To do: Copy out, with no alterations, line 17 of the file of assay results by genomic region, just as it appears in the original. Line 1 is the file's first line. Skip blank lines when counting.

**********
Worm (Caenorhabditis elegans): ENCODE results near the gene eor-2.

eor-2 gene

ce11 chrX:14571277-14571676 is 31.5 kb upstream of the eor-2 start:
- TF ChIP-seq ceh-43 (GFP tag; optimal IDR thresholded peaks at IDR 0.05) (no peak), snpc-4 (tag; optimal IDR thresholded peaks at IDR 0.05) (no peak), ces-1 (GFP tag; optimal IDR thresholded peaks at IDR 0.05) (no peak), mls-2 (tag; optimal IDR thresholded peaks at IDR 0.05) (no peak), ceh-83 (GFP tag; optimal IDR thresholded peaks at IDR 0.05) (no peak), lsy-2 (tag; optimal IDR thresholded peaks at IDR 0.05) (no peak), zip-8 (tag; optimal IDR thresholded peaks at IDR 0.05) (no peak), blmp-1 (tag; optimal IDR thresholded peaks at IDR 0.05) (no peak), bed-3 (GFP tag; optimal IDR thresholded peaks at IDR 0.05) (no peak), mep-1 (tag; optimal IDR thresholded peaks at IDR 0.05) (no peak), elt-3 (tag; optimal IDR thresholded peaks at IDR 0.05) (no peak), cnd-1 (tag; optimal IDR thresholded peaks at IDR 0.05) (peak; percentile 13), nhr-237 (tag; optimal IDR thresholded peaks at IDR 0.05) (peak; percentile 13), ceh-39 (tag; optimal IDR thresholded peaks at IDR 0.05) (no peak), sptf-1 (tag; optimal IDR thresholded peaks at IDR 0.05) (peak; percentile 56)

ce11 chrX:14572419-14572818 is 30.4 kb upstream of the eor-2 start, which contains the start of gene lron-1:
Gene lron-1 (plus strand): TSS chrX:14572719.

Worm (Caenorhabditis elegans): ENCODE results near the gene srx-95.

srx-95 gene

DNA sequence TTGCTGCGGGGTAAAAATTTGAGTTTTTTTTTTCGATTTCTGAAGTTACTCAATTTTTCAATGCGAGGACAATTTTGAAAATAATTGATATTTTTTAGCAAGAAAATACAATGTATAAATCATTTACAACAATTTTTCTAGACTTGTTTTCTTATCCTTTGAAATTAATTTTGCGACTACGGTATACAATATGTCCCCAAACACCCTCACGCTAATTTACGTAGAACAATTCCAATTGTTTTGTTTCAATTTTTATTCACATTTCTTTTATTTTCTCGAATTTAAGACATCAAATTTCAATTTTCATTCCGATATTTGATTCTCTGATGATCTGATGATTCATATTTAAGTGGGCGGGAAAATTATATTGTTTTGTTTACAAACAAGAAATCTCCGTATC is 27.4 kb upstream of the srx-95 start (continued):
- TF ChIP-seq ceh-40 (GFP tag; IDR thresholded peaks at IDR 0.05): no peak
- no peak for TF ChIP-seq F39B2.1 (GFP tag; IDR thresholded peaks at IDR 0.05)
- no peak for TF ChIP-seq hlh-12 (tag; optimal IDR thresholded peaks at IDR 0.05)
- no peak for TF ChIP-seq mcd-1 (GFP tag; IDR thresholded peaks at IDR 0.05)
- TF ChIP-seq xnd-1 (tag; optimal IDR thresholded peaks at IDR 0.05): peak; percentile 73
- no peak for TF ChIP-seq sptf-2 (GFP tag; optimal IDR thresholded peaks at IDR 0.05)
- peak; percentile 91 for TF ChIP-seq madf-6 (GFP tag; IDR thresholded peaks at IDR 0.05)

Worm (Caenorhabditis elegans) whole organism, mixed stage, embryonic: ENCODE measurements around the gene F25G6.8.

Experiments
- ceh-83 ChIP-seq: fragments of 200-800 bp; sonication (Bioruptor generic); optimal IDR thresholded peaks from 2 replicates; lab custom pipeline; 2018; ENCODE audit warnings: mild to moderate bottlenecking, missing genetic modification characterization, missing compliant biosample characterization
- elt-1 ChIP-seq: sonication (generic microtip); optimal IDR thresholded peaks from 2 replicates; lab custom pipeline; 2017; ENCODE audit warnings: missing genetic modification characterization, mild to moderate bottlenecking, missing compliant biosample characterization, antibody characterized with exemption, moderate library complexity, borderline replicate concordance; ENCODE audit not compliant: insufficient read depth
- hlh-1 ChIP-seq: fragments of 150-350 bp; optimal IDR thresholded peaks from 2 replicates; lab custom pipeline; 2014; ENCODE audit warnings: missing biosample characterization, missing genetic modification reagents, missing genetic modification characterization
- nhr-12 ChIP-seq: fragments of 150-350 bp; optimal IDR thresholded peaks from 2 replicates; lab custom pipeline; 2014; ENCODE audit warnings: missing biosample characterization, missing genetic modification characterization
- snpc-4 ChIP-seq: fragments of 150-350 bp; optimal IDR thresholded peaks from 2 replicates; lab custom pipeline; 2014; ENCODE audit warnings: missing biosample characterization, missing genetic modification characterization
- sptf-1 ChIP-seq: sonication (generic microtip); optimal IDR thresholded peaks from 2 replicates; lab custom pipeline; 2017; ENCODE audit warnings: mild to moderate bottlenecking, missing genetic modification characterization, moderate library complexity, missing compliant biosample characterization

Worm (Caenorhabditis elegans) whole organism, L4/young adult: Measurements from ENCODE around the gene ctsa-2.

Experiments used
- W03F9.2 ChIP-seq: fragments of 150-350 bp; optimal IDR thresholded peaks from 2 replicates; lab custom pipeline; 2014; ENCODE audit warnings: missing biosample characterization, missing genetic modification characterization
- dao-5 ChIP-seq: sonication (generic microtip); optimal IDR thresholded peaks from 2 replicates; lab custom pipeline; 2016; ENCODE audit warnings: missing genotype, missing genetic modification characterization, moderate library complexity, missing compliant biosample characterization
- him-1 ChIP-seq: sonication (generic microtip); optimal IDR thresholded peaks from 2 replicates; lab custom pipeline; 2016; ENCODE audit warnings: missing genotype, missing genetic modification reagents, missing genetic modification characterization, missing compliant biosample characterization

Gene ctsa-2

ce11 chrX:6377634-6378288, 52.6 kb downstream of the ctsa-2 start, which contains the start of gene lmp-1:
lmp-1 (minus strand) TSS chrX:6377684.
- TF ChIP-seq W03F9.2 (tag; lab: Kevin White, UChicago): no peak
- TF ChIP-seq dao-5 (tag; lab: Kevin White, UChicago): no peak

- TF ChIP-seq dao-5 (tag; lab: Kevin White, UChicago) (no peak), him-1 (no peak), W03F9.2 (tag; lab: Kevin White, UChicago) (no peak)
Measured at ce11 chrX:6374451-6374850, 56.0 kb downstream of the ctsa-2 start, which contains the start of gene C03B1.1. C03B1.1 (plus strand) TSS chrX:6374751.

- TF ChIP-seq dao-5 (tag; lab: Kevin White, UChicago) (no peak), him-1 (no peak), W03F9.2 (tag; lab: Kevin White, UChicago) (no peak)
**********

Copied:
Worm (Caenorhabditis elegans) whole organism, mixed stage, embryonic: ENCODE measurements around the gene F25G6.8.